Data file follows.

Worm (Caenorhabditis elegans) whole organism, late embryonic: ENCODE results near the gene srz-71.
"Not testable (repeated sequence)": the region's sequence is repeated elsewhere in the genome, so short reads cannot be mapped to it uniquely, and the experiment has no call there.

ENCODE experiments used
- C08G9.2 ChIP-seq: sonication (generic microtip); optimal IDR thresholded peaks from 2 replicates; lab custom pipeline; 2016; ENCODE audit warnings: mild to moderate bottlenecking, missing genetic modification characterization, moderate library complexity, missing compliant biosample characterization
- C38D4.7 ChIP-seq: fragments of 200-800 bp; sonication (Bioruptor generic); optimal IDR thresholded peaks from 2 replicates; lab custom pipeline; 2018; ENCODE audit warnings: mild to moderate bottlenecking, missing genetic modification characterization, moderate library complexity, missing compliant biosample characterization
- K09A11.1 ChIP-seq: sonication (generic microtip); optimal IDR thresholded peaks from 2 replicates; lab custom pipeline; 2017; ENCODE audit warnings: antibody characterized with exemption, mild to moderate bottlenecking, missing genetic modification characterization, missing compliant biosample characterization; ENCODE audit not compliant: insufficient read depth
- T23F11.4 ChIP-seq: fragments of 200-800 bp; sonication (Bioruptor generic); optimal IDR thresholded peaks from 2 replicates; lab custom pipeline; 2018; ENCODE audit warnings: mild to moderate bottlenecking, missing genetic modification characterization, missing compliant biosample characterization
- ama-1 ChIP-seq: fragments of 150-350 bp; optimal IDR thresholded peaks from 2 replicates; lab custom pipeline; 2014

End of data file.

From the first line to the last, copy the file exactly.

Worm (Caenorhabditis elegans) whole organism, late embryonic: ENCODE results near the gene srz-71.
"Not testable (repeated sequence)": the region's sequence is repeated elsewhere in the genome, so short reads cannot be mapped to it uniquely, and the experiment has no call there.

ENCODE experiments used
- C08G9.2 ChIP-seq: sonication (generic microtip); optimal IDR thresholded peaks from 2 replicates; lab custom pipeline; 2016; ENCODE audit warnings: mild to moderate bottlenecking, missing genetic modification characterization, moderate library complexity, missing compliant biosample characterization
- C38D4.7 ChIP-seq: fragments of 200-800 bp; sonication (Bioruptor generic); optimal IDR thresholded peaks from 2 replicates; lab custom pipeline; 2018; ENCODE audit warnings: mild to moderate bottlenecking, missing genetic modification characterization, moderate library complexity, missing compliant biosample characterization
- K09A11.1 ChIP-seq: sonication (generic microtip); optimal IDR thresholded peaks from 2 replicates; lab custom pipeline; 2017; ENCODE audit warnings: antibody characterized with exemption, mild to moderate bottlenecking, missing genetic modification characterization, missing compliant biosample characterization; ENCODE audit not compliant: insufficient read depth
- T23F11.4 ChIP-seq: fragments of 200-800 bp; sonication (Bioruptor generic); optimal IDR thresholded peaks from 2 replicates; lab custom pipeline; 2018; ENCODE audit warnings: mild to moderate bottlenecking, missing genetic modification characterization, missing compliant biosample characterization
- ama-1 ChIP-seq: fragments of 150-350 bp; optimal IDR thresholded peaks from 2 replicates; lab custom pipeline; 2014